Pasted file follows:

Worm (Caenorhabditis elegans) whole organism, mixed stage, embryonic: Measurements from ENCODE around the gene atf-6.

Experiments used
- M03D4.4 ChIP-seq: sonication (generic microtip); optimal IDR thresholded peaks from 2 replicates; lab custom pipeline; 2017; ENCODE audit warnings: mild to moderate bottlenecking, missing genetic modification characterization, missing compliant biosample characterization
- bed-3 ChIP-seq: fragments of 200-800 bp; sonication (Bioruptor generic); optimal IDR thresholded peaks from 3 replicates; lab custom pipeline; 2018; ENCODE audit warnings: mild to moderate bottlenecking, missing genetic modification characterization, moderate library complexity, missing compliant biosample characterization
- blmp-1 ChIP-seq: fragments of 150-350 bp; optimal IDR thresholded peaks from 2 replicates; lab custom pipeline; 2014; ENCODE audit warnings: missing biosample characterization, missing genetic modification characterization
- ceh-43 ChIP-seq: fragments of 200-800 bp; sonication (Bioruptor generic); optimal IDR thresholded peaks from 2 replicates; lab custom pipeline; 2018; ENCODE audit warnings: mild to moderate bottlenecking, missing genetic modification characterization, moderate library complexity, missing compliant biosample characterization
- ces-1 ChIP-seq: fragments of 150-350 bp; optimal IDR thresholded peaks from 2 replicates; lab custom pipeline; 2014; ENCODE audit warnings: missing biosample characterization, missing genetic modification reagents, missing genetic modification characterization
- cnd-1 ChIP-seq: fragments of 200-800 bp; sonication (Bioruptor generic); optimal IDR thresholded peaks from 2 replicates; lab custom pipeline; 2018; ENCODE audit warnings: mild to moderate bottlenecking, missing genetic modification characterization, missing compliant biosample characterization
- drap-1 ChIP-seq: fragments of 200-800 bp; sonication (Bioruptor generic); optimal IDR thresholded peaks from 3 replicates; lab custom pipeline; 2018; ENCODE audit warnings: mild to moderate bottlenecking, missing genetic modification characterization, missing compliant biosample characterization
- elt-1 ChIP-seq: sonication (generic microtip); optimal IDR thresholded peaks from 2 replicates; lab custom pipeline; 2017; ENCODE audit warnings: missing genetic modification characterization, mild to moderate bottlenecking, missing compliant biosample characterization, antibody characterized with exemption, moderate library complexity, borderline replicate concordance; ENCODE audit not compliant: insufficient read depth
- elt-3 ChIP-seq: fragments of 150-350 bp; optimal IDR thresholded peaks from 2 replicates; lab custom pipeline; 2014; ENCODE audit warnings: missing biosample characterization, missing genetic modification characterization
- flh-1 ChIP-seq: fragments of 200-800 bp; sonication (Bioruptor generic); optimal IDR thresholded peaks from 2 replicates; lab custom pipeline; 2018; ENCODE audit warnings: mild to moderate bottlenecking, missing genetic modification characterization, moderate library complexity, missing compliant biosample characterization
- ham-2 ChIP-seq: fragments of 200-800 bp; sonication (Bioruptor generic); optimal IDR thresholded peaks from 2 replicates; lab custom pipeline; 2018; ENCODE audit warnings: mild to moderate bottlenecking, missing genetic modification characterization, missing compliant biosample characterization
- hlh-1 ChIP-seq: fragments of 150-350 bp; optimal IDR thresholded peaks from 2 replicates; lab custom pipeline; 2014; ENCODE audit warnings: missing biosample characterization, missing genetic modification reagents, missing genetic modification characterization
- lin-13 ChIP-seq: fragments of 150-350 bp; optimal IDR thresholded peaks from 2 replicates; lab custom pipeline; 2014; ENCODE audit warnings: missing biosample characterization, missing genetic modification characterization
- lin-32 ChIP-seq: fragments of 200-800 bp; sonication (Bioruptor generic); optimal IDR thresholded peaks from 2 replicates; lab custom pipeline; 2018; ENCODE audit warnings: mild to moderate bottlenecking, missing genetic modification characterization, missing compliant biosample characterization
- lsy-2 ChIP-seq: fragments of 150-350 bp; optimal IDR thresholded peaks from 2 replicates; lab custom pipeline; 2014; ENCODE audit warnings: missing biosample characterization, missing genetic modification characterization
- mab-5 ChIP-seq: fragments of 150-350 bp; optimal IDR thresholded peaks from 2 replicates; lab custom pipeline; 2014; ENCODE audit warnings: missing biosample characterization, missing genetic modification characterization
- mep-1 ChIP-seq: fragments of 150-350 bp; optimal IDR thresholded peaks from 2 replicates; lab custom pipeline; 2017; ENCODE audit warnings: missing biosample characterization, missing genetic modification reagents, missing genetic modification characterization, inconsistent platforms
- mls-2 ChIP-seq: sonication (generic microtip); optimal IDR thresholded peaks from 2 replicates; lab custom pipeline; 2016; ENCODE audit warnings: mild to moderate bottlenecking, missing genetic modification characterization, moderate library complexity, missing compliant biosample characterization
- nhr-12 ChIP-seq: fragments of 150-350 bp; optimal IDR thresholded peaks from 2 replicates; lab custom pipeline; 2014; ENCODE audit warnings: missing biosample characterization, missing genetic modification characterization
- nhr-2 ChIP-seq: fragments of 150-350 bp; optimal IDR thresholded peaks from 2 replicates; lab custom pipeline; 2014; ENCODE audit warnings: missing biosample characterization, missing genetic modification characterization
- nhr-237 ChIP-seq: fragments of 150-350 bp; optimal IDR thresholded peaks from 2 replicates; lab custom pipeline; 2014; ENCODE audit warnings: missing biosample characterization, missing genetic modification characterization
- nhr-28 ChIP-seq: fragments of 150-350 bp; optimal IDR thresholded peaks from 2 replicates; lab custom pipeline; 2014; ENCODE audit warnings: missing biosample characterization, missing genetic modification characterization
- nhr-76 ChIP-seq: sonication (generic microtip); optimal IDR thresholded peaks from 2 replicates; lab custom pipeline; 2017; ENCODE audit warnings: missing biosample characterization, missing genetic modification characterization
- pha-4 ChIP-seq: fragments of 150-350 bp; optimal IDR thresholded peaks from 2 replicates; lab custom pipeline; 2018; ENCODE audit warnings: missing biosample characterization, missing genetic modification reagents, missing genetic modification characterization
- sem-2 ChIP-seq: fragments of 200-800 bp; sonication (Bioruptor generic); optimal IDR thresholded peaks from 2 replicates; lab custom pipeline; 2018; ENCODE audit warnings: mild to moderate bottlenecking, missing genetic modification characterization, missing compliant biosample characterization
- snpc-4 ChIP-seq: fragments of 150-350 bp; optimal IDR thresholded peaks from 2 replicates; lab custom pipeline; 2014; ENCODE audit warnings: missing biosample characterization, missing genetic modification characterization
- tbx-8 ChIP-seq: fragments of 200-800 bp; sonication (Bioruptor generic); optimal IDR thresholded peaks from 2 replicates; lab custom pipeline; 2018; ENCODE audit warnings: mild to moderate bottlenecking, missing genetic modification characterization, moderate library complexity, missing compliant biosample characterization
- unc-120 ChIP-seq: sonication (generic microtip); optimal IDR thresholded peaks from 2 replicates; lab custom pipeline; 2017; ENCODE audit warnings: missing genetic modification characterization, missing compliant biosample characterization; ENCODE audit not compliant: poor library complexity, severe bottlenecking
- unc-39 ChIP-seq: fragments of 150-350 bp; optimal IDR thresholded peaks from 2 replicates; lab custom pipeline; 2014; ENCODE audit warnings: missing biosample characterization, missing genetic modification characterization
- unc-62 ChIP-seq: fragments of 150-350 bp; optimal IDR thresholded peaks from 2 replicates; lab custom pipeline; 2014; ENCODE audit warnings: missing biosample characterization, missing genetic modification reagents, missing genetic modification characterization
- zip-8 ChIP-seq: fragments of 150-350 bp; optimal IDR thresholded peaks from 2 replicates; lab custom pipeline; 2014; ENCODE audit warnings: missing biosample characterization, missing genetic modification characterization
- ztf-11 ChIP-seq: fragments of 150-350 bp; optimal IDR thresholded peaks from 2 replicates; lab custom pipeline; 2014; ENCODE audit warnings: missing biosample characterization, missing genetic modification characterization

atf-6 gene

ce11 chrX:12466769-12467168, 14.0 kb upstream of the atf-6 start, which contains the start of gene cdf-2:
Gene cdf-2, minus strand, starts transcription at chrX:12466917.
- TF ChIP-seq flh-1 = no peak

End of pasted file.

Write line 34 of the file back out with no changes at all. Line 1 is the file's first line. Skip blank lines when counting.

- ztf-11 ChIP-seq: fragments of 150-350 bp; optimal IDR thresholded peaks from 2 replicates; lab custom pipeline; 2014; ENCODE audit warnings: missing biosample characterization, missing genetic modification characterization